ADB Ventures, the venture investing arm of the Asian Development Bank (ADB), has approved an equity investment of up to $2 million in Silicon Valley-based fintech startup Fairbanc to fuel its Indonesia expansion.
Founded in San Francisco, Fairbanc offers a business-to-business (B2B) mobile loans and payments platform for micro, small and medium enterprises (MSMEs) in emerging markets. It primarily provides working capital credit to unbanked and women-operated FMCG micro-merchants for inventory purchases.
According to a disclosure, ADB will make an initial investment of up to $500,000 in Singapore-based holding company Fairbanc Pte that will be funnelled into its subsidiary PT Fairbanc Technologies Indonesia. The rest of the committed capital will be invested in subsequent funding rounds to be closed by Fairbanc by June 2024.
The fintech company collaborates with FMCG companies such as Unilever to offer digital credits. MSMEs can use these credits to buy products from partnering consumer brands.
Fairbanc says its service doesn’t require collateral, credit history, smartphone ownership or digital literacy. It uses the supply chain data of FMCG distributors to automate credit scoring and risk monitoring to extend working capital. Merchants can access the credits through a one-time passcode sent via a text message.
“Fairbanc’s mission to bridge the MSME credit gaps in emerging markets aligns with ADB’s operational priorities of achieving greater financial inclusion and building climate and disaster resilience in Asia and the Pacific,” ADB said in its disclosure.
Fairbanc was founded by Wharton alum Mir Haque, who has previously worked at McKinsey, Deutsche Bank and Adobe. After completing a pilot of its service in Bangladesh in 2019, the fintech firm rolled out its platform in Indonesia in partnership with Unilever’s local unit through startup programme Unilever Foundry.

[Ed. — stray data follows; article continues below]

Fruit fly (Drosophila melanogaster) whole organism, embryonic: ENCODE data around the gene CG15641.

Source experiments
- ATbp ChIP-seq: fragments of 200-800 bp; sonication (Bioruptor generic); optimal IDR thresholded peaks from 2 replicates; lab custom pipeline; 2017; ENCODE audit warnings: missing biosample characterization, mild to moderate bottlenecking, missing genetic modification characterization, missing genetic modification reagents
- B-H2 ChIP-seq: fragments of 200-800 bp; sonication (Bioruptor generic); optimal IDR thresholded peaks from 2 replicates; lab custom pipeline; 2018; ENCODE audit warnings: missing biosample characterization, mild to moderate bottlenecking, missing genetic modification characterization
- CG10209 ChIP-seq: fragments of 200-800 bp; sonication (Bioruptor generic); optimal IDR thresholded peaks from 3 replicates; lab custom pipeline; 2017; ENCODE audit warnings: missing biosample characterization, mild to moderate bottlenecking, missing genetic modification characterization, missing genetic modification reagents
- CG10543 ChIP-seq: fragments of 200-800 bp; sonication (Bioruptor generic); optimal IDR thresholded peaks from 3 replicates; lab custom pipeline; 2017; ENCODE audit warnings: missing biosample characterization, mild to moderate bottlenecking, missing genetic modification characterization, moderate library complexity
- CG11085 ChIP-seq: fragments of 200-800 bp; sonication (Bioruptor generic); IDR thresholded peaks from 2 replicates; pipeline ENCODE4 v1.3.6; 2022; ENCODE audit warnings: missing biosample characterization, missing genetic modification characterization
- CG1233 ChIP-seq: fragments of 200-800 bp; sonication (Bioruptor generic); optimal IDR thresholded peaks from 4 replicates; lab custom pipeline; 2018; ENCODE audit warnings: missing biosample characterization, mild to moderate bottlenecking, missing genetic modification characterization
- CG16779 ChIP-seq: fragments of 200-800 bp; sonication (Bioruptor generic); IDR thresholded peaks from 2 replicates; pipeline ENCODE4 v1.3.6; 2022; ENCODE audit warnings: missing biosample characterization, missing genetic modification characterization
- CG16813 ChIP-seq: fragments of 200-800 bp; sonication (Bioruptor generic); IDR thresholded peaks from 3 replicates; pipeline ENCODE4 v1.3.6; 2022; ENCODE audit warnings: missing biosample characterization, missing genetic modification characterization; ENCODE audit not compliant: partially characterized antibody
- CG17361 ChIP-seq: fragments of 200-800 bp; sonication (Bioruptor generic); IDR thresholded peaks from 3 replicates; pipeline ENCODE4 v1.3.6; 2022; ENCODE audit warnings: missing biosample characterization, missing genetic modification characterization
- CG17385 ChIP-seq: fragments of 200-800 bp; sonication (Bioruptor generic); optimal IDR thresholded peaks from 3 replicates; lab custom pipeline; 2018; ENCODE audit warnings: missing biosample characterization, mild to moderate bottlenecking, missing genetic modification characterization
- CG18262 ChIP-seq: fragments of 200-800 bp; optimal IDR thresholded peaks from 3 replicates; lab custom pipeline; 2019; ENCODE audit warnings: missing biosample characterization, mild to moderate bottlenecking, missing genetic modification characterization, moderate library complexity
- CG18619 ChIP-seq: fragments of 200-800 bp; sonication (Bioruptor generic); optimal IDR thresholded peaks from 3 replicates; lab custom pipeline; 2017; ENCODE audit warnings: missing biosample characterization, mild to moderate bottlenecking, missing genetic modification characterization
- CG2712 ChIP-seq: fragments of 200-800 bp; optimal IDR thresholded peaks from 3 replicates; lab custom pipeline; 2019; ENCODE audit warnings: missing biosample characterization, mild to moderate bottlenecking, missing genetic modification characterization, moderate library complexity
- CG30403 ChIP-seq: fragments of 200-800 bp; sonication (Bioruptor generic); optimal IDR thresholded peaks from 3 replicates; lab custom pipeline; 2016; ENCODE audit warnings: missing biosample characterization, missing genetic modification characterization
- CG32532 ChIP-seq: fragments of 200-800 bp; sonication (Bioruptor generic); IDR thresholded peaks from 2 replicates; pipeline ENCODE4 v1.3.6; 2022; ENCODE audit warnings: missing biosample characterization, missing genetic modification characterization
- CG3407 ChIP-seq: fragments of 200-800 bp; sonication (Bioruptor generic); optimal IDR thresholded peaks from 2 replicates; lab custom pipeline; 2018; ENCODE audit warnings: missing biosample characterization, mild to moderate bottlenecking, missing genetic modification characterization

It has also partnered with Indonesian conglomerate Sinar Mas to extend credit to micro-merchants and with a local Islamic organisation to offer Shariah-compliant loans.
Fairbanc had last raised an undisclosed amount of funding from Columbia Business School’s student-run impact fund Microlumbia in Dec 2020. Before that, it had raised capital from Indonesian billionaire Michael Sampoerna, who owns one of the world’s largest cigarette firms, and venture capital firm 500 Startups in June 2020.
In targeting Indonesia’s MSMEs, which account for over 60% of the country’s GDP, Fairbanc competes with a host of peer-to-peer lending startups in Indonesia as well as MSME solution providers such as BukuKas and BukuWarung.
Fairbanc investor ADB Ventures closed its first fund at $60 million last year, exceeding an initial target of $50 million. The firm, which invests in Asian startups requiring pre-Series A to Series A capital in the range of $500,000-4 million, says it plans to deploy half of its first fund over the next three years.
ADB Ventures is also planning a second vehicle with a corpus of $100 million to provide debt funding of up to $8 million to technology companies requiring Series B capital.